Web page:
Give Tom a break
Poor Tom Cruise.Not something you hear every day, but let’s face it: The guy never seems to get a break.
Consider how often he was trashed, bashed and eviscerated for playing a German officer in “Valkyrie” — before the movie even came out.
Then came the reviews. Some couldn’t past his celebrity. Others slammed him for passing up the chance to use a German accent
Well, he wasn’t the only cast member to eschew the affectation. And as for his celebrity, it didn’t bother me one iota.
And speaking of eyes, Tom loses one of his when, as Col. Claus von Stauffenberg, he’s injured by an explosion that also destroys one hand.
The colonel’s loving wife and children don’t mind and Hitler considers him a hero, which comes in handy when he becomes prime mover in a plot to assassinate the Nazi leader near the end of World War II.
This isn’t a wonderful film; it meanders when it should strut. But the suspense is decent, given that most people already know the story’s outcome. (I won’t spoil it if you don’t.)
Also, the historical blow-by-blow provides tasty background details.
Bill Nighy and Tom Wilkinson deliver strong supporting performances but Cruise is the standout. Also on Blu-ray.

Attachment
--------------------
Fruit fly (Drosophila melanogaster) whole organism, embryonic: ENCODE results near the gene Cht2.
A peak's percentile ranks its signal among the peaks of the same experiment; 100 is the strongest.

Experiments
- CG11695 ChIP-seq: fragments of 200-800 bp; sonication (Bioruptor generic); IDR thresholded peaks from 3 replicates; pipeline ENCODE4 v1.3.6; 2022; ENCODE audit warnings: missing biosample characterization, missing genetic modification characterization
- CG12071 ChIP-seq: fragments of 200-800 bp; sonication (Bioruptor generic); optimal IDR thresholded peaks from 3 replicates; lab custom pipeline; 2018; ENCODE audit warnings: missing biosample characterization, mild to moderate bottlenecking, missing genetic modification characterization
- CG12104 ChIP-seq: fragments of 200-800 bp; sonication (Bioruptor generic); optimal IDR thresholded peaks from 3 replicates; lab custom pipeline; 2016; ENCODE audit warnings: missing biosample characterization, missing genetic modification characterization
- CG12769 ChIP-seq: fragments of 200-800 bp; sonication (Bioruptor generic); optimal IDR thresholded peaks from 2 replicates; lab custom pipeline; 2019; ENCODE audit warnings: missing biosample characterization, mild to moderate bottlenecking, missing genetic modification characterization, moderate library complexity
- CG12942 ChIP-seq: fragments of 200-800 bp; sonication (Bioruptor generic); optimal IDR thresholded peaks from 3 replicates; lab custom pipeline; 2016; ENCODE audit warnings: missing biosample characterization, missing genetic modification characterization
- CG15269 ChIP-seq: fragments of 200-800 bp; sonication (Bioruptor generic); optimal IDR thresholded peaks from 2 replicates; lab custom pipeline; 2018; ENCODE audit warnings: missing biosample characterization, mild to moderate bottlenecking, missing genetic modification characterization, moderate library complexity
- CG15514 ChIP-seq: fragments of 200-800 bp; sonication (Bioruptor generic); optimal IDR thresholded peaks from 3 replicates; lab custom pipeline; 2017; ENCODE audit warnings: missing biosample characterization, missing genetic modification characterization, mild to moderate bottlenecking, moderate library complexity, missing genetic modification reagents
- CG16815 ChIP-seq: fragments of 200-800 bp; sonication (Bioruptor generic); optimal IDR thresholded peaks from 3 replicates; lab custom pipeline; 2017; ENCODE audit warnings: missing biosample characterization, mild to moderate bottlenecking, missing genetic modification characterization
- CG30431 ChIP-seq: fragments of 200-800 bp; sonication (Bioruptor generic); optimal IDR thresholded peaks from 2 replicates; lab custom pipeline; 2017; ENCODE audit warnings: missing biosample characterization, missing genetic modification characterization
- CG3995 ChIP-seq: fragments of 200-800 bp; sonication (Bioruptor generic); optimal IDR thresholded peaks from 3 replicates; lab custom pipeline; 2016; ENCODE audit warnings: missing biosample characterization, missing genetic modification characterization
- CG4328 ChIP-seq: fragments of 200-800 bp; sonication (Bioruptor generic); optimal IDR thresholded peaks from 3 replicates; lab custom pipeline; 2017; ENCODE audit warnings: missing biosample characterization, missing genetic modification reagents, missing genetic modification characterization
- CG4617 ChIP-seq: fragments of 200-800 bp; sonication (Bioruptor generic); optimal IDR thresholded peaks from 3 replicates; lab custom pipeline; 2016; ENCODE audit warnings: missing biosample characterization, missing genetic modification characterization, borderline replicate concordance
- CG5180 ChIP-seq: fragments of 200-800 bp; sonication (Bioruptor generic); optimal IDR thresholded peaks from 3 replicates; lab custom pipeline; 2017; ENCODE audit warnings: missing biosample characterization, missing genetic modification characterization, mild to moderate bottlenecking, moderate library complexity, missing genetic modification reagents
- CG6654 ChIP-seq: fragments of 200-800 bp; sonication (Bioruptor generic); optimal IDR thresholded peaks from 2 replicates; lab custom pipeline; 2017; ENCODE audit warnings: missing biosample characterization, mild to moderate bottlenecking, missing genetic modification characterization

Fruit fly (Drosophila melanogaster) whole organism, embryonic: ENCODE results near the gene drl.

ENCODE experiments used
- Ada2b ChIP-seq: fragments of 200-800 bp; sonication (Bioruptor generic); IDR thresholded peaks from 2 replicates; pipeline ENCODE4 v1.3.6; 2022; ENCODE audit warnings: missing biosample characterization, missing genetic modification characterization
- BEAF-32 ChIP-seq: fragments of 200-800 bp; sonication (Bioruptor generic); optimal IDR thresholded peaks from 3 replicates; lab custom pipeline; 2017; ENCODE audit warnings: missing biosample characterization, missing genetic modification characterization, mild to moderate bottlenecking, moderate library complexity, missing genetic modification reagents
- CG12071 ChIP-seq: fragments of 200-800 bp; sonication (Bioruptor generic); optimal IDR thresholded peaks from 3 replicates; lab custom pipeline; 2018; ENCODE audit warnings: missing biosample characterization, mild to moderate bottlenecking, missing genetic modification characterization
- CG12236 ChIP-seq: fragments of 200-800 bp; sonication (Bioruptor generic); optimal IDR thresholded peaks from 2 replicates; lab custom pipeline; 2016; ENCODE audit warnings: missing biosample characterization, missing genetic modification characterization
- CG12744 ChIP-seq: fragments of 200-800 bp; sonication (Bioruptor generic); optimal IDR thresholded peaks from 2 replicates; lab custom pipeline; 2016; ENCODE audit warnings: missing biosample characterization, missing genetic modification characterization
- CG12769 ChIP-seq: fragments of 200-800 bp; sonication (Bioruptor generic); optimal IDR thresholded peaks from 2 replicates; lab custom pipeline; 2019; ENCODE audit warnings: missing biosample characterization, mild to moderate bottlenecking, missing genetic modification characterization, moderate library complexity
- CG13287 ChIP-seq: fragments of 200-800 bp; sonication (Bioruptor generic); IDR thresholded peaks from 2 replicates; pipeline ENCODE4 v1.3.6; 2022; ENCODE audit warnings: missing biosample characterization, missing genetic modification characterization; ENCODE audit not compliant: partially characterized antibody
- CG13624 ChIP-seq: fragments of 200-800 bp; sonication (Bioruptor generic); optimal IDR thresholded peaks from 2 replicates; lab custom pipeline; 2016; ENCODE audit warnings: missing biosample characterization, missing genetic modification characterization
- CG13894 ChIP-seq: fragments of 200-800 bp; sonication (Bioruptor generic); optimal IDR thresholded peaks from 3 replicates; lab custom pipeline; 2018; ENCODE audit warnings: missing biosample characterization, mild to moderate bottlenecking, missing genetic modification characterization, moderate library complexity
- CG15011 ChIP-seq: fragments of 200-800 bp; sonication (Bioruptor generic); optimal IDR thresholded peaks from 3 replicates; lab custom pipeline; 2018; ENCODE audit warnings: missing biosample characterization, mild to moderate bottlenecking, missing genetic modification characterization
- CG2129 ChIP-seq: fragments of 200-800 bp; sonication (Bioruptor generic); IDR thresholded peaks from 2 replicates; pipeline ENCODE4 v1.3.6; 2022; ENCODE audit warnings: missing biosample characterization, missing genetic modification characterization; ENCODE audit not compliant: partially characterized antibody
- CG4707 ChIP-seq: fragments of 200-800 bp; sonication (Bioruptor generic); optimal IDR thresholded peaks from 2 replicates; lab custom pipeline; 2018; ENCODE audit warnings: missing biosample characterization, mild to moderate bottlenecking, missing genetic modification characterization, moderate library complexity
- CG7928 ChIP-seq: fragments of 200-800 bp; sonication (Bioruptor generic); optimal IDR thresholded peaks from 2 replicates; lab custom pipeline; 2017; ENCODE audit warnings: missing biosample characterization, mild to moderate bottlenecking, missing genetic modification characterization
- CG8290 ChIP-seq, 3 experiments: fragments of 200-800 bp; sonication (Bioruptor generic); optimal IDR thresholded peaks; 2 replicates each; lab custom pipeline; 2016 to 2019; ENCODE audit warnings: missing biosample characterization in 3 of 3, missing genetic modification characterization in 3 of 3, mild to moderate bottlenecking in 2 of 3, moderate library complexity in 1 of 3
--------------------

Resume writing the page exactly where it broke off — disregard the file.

Extras: An intriguing handful. Check out “The Valkyrie Legacy,” with more history, pictures of the real officers involved and recollections from their surviving spouses, children and grandchildren.
A vampire flick to chew on
Anna Paquin, Oscar winner as a little girl for “The Piano,” earned a Golden Globe for her portrayal of Sookie Stackouse, a feisty 19-year-old virgin who waits tables in a small-town restaurant and bar in the addictive HBO series “True Blood: The Complete First Series.”
Cursed with the ability to hear people’s thoughts, Sookie fends off advances from her nice-guy boss (Sam Trammell), clashes with her narcissistic, womanizing brother (Ryan Kwanten) and falls in lust with a hunky vampire (Stephen Moyer).
Think “Twilight” with lots of sex, more blood, grown-up issues and grisly wit.
The story’s set in Louisiana in a world where vampires and humans coexist tenuously due to a manufactured blood substitute, available everywhere in six-packs.
Based on Charlaine Harris’ popular Sookie Stackhouse novels, the first season is built around a series of murders — and a pretty good mystery — involving women Sookie’s brother sleeps with. (Consider it a “Twilight”-like argument for celibacy.)
Racial bias involving vamps and humans wafts through the story, buoyed by appealing supporting portrayals, highlighted by Rutina Wesley as Sookie’s argumentative BFF.
Created by Alan Ball (“Six Feet Under”). Five discs, 12 episodes. Also on Blu-ray.
Extras: Six commentaries, insights into effects of fake blood, more.